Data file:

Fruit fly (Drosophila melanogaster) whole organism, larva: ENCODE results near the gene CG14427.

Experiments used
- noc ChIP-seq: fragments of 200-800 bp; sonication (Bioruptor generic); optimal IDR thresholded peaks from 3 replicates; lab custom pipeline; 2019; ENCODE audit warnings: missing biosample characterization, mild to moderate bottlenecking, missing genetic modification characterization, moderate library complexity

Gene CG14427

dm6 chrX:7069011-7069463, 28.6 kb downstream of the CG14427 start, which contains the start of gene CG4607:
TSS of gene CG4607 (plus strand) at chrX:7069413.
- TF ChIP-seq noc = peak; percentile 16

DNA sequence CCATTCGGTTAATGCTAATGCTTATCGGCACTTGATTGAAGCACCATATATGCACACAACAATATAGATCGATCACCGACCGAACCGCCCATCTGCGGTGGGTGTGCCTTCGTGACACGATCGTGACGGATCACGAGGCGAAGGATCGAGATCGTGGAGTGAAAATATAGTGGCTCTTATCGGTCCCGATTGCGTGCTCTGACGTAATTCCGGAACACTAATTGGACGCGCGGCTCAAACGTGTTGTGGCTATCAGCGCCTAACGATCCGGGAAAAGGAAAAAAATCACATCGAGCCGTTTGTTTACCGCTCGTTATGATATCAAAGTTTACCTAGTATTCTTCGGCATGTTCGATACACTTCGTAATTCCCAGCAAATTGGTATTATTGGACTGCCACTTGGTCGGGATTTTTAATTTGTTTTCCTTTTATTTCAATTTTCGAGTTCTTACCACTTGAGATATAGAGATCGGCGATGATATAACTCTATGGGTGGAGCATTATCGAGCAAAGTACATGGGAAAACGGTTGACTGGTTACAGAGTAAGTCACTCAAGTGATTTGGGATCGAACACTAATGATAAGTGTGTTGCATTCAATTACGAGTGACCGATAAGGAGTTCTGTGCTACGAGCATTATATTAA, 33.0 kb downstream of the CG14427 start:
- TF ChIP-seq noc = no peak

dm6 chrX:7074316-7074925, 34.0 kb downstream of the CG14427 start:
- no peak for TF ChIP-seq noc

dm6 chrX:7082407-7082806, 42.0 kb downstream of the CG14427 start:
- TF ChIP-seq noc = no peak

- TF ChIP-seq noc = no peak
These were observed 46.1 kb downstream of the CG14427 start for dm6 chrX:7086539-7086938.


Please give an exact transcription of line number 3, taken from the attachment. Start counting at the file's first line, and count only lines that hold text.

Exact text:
- noc ChIP-seq: fragments of 200-800 bp; sonication (Bioruptor generic); optimal IDR thresholded peaks from 3 replicates; lab custom pipeline; 2019; ENCODE audit warnings: missing biosample characterization, mild to moderate bottlenecking, missing genetic modification characterization, moderate library complexity